“No black. No white. Just blues.” – Henry “Gip” Gipson
On October 8th, 2019 Henry “Gip” Gipson died. His death was first announced via Facebook by his son Keith, “My father past to today. From Gip.s place to a better place you can’t talk saying it as he always said.” The word “legendary” is tossed about willy-nilly these days, but in the Gip’s case, the term fits. He was almost larger than life in his honesty and simplicity.
Gipson was born in January 6th, 1920, in Uniontown, Perry County, Alabama, making him 99 years old at the time of his passing. There is some good natured debate about his age however, as many locals claim he celebrated his 86th birthday a few times.
Gipson was a railroad man, having worked for 25 years at the Pullman Standard plant in Bessemer, Alabama. When he left his job at the plant, it was to become a grave digger. Eventually he purchased McCalla’s Pine Hill Cemetery, and operated it himself until his passing.
Gip was an avid blues fan, and a part time blues musician himself. He began hosting barbecues in his back yard for musicians to entertain friends and neighbors. The weekend events grew in popularity and he gradually added a small enclosure with a stage in 1952. The tin-roofed garage, dubbed “Gip’s Place” hosted the likes of the Rolling Stones’ Keith Richards, Led Zeppelin’s Jimmy Page and other music legends since its opening. Anybody who was anybody wanted to either play or party at Gip’s Place, one of the last authentic juke joints in the south.
“Gip was one of those rare birds whose venue was not only synonymous with his name, but his spirit as well,” Birmingham DJ and music historian Lee Shook said. “Aside from the music, he was the main reason people continued to make the Saturday night pilgrimage to his place in Bessemer for nearly 70 years. It was a real institution here in Birmingham and he was as much a part of the grit, fabric and ambiance of the place as any of the musicians who were lucky enough to play on his stage. And he welcomed everyone, no matter who they were or where they came from, which was one of his most enduring— and endearing— qualities as both a man and business owner. Gip’s Place was truly one of the last of it’s kind and a space that offered a glimpse into a form of community, joy and music-making you don’t often find these days, and certainly not in someone’s backyard. It really did feel like you were stepping back in time a bit and getting to experience something really special and unique that so many people only get to read about in history books, even with with the addition of more modern accommodations and audiences over the years.”
Not that Gip’s Place and Mr. Gipson himself didn’t have their share of problems. As a young blues artist he was attacked by the KKK and his hand was broken so badly he had to re-learn how to play. In later years he was trampled in a stampede, and another time struck by lightning.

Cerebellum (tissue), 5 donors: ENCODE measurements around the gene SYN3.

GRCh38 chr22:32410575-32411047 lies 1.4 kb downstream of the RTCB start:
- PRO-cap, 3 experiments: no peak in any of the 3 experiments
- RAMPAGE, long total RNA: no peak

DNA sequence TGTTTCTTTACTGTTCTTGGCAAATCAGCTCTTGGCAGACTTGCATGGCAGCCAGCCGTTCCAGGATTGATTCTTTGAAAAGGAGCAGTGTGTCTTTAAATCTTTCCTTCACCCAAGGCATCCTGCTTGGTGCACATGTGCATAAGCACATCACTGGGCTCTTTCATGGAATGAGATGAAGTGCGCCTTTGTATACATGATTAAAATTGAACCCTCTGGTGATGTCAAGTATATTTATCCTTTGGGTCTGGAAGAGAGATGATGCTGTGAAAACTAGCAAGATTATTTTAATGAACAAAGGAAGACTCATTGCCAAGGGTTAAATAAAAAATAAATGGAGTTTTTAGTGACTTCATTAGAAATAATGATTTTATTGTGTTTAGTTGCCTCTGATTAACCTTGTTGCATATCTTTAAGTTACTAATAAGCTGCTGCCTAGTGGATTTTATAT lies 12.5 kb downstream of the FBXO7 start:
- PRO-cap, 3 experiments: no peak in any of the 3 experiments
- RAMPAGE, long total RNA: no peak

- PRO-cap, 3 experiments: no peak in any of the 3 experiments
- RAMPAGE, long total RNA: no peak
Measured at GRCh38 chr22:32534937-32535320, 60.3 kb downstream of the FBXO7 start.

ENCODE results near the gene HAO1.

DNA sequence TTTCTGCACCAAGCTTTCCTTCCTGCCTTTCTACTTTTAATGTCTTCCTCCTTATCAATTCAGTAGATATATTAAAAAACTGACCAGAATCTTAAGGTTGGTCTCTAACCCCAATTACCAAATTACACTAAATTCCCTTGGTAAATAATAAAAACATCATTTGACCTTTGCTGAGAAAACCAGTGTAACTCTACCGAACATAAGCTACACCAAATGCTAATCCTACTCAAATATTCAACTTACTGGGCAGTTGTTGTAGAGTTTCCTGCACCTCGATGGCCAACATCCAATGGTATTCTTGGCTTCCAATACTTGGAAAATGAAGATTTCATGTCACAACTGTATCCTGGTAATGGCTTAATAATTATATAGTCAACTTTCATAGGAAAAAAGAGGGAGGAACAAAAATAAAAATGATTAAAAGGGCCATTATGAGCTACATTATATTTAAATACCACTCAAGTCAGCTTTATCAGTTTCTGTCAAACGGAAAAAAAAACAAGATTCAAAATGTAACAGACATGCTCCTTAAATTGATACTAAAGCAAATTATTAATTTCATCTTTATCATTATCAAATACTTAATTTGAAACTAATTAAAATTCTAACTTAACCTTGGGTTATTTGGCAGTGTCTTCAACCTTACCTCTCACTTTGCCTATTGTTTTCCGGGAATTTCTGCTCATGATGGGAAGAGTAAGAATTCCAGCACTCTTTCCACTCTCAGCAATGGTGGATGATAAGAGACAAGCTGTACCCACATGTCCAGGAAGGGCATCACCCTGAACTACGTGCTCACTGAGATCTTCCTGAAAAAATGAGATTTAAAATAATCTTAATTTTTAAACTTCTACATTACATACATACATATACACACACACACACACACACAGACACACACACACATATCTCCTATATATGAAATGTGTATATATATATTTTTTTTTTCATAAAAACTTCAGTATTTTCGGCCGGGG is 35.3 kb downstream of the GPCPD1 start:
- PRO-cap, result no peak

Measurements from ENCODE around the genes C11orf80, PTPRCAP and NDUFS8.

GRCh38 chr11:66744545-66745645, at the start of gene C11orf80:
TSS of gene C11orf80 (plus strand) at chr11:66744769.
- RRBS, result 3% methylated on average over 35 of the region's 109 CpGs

An early-morning fire on July 16, 2011 caused damage to a storage building between Gipson’s home and the performing area. Although Gip escaped the flames safely, several irreplaceable guitars, including, apparently, one that was a gift from Chuck Berry were destroyed.
In May of 2013, the Bessemer police shut down Gip’s, the news of which quickly drew national attention and the scrutiny of thousands of fans across the globe in support of one of the last remaining original juke joints. On Tuesday blues fans numbering the hundreds showed up at city hall to show their support for Gip’s and the juke joint culture in general. Although no one was ever quite sure why the City Council tried to shut it down, the voices of the people were heard, and the following Friday, an announcement was made that Gip’s Place would continue to do what they’ve been doing there for over 5 decades. The city claims it was operated without a business license but at the same time the city was advertising this magical blues destination.
Gip’s Place became, over the years, a must-stop venue for blues musicians across the Southeast. They cited the “authentic Delta” feel of the little shack that could hold 50 people shoulder-to-shoulder. On summer nights the side-tarps were removed to allow more people to hear the music while gathered in Gipson’s back yard.
Gipson worked with manager Diane Guyton to keep the venue running. After he was hospitalized in June 2019 she continued to operate Gip’s Place, but a dispute arose between her and Gipson’s family. Guyton announced that the Alabama Department of Human Resources had issued a protective order preventing Gipson from appearing at the venue, and that a final concert would be held on August 10. Gipson’s son Keith Gipson followed up with a social media post saying that Gip’s Place would continue operating, but under different management.
The family has set up a fundraiser for Gip’s funeral expenses. Although Gip’s Place has been a landmark destination for decades, the juke never really turned a profit. At best enough money was made at the weekly parties to keep Gip’s Place open.
Mr. Gipson’s funeral will take place on Saturday, October 19, 2019 at Hopewell Baptist Church, 4817 Jefferson Avenue, SW Birmingham, Alabama 35221. All are welcome at Gip’s Place afterward for a celebration of his life.
*Feature image Steve Likens